Telling partners about chlamydia: how acceptable are the new technologies?
1 Melbourne School of Population Health, The University of Melbourne, Carlton, Victoria, Australia
2 Melbourne Sexual Health Centre, 580 Swanston Street, Carlton, Victoria, Australia
3 Melbourne Graduate School of Education, Old Geology Building, The University of Melbourne, Carlton, Victoria, Australia
4 Centre of Excellence in Rural Sexual Health, School of Rural Health, The University of Melbourne, 49 Graham Street, Shepparton, Victoria, Australia
5 Australian Primary Health Care Research Institute, Australian National University, Canberra, ACT, Australia
6 Australian National University and Canberra Sexual Health Centre, Garran, ACT, Australia
7 Cairns Sexual Health Service, Cairns Base Hospital, Cairns, Queensland, Australia
8 Key Centre for Women's Health in Society, The University of Melbourne, Carlton, Victoria, Australia
BMC Infectious Diseases 2010, 10:58 doi:10.1186/1471-2334-10-58Published: 9 March 2010
Partner notification is accepted as a vital component in the control of chlamydia. However, in reality, many sexual partners of individuals diagnosed with chlamydia are never informed of their risk. The newer technologies of email and SMS have been used as a means of improving partner notification rates. This study explored the use and acceptability of different partner notification methods to help inform the development of strategies and resources to increase the number of partners notified.
Semi-structured telephone interviews were conducted with 40 people who were recently diagnosed with chlamydia from three sexual health centres and two general practices across three Australian jurisdictions.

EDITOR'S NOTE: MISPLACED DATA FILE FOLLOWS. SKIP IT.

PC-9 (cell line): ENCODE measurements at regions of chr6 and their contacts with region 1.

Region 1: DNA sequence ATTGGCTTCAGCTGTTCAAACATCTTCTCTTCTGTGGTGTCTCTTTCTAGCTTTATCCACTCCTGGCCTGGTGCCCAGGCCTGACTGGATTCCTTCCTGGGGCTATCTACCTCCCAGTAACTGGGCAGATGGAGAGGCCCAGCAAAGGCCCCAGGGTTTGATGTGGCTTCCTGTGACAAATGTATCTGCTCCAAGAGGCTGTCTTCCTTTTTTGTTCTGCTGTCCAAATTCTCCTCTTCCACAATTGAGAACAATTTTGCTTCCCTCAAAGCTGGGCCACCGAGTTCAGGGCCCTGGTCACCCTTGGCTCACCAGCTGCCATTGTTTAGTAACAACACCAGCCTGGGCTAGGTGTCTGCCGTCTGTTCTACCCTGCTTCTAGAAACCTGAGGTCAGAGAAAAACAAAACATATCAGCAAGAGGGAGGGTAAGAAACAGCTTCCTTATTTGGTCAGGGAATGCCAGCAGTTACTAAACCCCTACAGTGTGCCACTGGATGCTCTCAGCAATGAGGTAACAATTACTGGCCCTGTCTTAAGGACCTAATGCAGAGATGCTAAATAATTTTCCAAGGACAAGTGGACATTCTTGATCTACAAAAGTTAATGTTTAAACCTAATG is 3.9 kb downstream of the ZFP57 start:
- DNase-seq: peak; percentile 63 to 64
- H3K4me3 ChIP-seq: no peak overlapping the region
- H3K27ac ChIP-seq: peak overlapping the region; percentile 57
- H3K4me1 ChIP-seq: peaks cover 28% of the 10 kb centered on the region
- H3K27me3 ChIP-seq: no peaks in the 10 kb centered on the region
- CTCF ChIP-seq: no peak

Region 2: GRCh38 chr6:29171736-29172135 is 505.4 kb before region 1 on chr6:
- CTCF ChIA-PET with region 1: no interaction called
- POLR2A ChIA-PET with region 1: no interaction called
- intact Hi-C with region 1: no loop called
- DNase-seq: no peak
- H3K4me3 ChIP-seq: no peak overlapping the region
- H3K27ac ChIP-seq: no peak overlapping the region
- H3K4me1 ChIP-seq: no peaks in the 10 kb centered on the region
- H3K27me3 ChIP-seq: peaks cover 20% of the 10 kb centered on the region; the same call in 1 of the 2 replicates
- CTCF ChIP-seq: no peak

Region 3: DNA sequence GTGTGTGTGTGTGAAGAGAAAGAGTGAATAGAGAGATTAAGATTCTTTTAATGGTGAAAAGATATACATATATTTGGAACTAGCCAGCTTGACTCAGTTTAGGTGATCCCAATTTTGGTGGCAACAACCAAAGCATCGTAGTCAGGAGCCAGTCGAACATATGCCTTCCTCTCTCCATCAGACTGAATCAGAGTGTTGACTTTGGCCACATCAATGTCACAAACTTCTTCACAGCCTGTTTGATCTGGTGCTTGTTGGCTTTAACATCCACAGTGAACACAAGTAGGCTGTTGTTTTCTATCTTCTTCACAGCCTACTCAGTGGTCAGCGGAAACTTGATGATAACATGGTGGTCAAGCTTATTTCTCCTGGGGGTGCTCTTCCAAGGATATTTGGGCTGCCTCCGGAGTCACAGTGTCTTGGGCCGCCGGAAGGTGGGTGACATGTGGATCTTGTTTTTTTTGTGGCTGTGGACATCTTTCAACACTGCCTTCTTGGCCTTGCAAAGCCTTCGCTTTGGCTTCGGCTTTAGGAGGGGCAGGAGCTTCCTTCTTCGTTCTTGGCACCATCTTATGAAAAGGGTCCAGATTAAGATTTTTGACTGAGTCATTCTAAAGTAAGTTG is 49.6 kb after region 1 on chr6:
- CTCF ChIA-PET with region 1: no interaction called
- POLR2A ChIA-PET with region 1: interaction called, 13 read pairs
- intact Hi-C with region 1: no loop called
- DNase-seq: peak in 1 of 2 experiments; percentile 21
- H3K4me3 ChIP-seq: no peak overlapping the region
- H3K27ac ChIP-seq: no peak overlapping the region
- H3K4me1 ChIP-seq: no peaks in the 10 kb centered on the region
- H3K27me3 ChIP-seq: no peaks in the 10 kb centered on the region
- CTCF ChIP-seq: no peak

Most participants chose to contact their partners either in person (56%) or by phone (44%). Only 17% chose email or SMS. Participants viewed face-to-face as the "gold standard" in partner notification because it demonstrated caring, respect and courage. Telephone contact, while considered insensitive by some, was often valued because it was quick, convenient and less confronting. Email was often seen as less personal while SMS was generally considered the least acceptable method for telling partners. There was also concern that emails and SMS could be misunderstood, not taken seriously or shown to others. Despite these, email and SMS were seen to be appropriate and useful in some circumstances. Letters, both from the patients or from their doctor, were viewed more favourably but were seldom used.
These findings suggest that many people diagnosed with chlamydia are reluctant to use the new technologies for partner notification, except in specific circumstances, and our efforts in developing partner notification resources may best be focused on giving patients the skills and confidence for personal interaction.